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I've heard that Russian has no native words beginning with the letter A. The claim is that the words appearing under A in dictionaries were all imported at some stage or another. Browsing through the dictionary does reveal that the words under A either have openly western origins (авто-, анти-, анархия, акварель, алебастр...) or they represent objects of asian or oriental descent (notably fruits like абрикос, ананас, арбуз, арахис...). It's also evident that these are all objects or concepts, i.e. nouns. There are next to no verbs or adjectives beginning with A except those derived from these foreign nouns.

The few apparently Russian words on A are archaic, rare and sometimes of obscure etymology (аз - the old name of the letter A itself, авось, абы).

What's the explanation for this?

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    Most of the time it's hard to answer "why" questions in linguistics. – default locale Jun 15 '12 at 13:14
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    @defaultlocale Yes, it may be hard to get to the root of things, but historical linguistics exists for a good reason. Processes are easily identifiable. So often you can't say why, but you can say how it happened. – Vitaly Mijiritsky Jun 15 '12 at 15:43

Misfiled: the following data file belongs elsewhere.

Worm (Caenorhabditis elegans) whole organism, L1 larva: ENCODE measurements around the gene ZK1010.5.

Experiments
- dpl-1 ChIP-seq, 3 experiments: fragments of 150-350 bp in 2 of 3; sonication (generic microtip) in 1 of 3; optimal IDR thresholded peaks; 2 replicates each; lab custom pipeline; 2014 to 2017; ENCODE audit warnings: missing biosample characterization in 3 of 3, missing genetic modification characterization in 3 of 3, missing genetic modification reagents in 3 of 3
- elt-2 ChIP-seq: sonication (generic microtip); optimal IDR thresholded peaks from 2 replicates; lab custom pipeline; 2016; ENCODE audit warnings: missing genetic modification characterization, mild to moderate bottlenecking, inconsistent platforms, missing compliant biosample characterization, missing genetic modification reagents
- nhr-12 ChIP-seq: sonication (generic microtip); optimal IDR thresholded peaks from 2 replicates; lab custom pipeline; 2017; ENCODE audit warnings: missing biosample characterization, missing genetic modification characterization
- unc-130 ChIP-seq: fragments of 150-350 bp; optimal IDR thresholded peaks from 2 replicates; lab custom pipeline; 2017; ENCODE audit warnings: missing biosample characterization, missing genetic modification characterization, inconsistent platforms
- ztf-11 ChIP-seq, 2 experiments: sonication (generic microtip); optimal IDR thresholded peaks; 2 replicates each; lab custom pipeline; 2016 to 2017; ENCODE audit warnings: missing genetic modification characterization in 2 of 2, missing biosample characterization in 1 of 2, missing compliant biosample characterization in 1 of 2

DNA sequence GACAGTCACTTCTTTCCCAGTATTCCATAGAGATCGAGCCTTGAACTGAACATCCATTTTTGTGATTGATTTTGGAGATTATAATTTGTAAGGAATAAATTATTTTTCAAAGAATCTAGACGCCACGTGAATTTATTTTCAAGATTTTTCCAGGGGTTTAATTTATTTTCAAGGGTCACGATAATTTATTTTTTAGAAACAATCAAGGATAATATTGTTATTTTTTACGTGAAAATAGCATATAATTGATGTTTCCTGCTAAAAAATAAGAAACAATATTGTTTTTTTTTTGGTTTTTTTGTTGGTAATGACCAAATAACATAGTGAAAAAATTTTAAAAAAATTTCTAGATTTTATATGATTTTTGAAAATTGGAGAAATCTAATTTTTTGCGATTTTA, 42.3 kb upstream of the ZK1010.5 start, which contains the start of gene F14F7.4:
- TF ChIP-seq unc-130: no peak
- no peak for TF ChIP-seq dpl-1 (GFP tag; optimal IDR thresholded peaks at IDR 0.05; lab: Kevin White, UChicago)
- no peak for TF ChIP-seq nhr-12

• Hmm I expected something to do with sound change, which would be something linguistics could possibly say yes or no about... – hippietrail Jun 16 '12 at 11:51
  • @hippietrail You were right, see my answer below and the link from it. – Vitaly Mijiritsky Jun 16 '12 at 11:53
  • how about аист? – Trident D'Gao Jul 15 '12 at 18:57
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ОК, so I found this discussion that seems to answer this.

Apparently as Old Russian transformed into Modern Russian, it underwent a bunch of phonetic processes. One of those was that all words beginning with А got prefixed with a "й" sound, and e.g. Old Russian агода became the modern ягода (berry). The same apparently happened with some other Slavic languages (don't know whether to the same extent), but with different "prosthetic" consonants, e.g. in Slovak it was a "v", so they got "vajce" instead of the Russian "яйцо" (egg).

They go some more into phonetics there, in case someone is interested.

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    I believe the term for this process is iotation. – hippietrail Jun 16 '12 at 11:55
  • You're right. The entire explanation is actually right there :) – Vitaly Mijiritsky Jun 16 '12 at 17:28
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To answer the original question, this is what I've found here: